According to a team of researchers led by Professor Iris Shai from Ben-Gurion University of the Negev, the Mediterranean diet is the best type of diet for melting away the most dangerous form of belly fat--liver fat.
In the study, called the CENTRAL trial, the researchers had 278 obese participants either follow the Mediterranean diet or a low-carb diet with similar calorie intake for 18 months, and measured their body fat distribution using a full-body MRI scan before and after the 18-month trial.
The Mediterranean diet group was instructed to eat small amounts of red meat, moderate amounts of poultry and fish, and fresh vegetables, legumes, and nuts. The low-carb group, on the other hand, was only instructed to limit total dat intake to 30 percent of daily calories with no more than 10 percent saturated fat and less than 300 mg of cholesterol per day.
The results revealed that while the Mediterranean and low-carb diets were both equally effective at overall weight loss, the Mediterranean diet was much more effective at reducing fat around the liver, heart, and pancreas.
The researchers also found that additional exercise was great for melting away abdominal fat, which is linked to metabolic syndrome that causes high blood pressure and cholesterol, as well as heart attack, stroke, and peripheral artery disease.
To get into specifics, the participants who followed the Mediterranean diet saw an average fat decrease of 11 percent around the heart, and visceral fat was reduced by 25 percent. Fat in and around the pancreas and muscle was reduced by one to two percent, which is small but still important.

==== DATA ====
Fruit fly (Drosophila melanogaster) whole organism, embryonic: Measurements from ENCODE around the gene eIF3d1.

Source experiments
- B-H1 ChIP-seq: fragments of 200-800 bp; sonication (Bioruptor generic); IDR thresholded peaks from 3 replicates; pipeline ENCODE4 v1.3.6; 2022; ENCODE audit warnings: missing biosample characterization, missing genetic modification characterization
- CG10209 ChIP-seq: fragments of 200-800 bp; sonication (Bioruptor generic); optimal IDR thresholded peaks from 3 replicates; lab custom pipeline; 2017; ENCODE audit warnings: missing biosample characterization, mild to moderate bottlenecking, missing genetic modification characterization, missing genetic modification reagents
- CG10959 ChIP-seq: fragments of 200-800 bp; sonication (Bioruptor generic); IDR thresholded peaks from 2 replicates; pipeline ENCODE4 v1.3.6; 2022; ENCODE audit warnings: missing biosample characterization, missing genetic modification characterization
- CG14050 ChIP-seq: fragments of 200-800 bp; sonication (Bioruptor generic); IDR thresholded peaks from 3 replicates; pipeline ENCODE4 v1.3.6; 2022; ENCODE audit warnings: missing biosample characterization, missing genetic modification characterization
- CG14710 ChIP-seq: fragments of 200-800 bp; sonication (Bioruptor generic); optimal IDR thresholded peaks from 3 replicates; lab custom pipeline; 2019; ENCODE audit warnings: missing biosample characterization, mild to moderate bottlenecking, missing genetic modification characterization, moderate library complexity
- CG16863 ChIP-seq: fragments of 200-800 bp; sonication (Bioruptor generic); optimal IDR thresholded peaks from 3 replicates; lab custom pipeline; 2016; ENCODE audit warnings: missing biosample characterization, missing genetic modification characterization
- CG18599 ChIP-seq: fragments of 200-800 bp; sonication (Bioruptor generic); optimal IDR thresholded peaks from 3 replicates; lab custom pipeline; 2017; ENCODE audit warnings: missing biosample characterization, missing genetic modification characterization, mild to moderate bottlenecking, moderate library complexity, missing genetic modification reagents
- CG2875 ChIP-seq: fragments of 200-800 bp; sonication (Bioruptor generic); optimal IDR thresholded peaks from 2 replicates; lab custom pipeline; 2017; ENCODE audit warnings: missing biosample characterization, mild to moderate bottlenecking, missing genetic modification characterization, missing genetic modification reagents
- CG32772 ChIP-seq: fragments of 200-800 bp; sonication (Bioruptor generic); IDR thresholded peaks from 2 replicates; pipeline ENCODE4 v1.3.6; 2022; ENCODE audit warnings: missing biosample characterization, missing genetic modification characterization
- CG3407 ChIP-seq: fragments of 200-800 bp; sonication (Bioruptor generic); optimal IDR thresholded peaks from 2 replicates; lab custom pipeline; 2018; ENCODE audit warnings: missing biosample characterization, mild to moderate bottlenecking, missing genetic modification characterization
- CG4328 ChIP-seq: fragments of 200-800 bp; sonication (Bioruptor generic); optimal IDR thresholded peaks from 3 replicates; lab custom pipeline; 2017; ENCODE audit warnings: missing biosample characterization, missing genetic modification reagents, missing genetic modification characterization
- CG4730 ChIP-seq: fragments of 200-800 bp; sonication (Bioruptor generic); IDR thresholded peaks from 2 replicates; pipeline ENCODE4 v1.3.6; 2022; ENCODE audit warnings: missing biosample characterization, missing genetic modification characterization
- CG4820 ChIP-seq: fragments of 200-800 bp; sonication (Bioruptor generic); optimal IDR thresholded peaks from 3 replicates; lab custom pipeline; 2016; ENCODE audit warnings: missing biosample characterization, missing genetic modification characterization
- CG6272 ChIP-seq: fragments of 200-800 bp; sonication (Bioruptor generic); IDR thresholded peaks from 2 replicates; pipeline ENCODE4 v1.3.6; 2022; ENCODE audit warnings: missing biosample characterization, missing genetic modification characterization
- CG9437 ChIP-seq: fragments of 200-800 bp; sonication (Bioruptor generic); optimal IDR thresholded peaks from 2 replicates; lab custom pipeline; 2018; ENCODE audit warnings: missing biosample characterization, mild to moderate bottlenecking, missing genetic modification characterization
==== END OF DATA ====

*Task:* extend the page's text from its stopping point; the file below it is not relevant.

Most importantly, though, liver fat was reduced by 30 percent, and when paired with overall weight loss it significantly reduces health risks that are associated with obesity including metabolic syndrome, type 2 diabetes, and coronary artery disease.
" Reduction in liver fat is a better predictor of long-term health than reduction of visceral fat , which was previously believed to be the main predictor," Shai explained in a press release. "The findings are a significant contributor to the emerging understanding that for many obese individuals, excess liver fat is not merely a sign of health risks associated with obesity, including cardiovascular disease and diabetes, but is likely also a cause."
"Healthy nutrition, while also maintaining consistent, moderate weight loss, has a much more dramatic impact on levels of body fat related to diabetes, heart disease and cardiovascular disease than we previously thought," he concluded.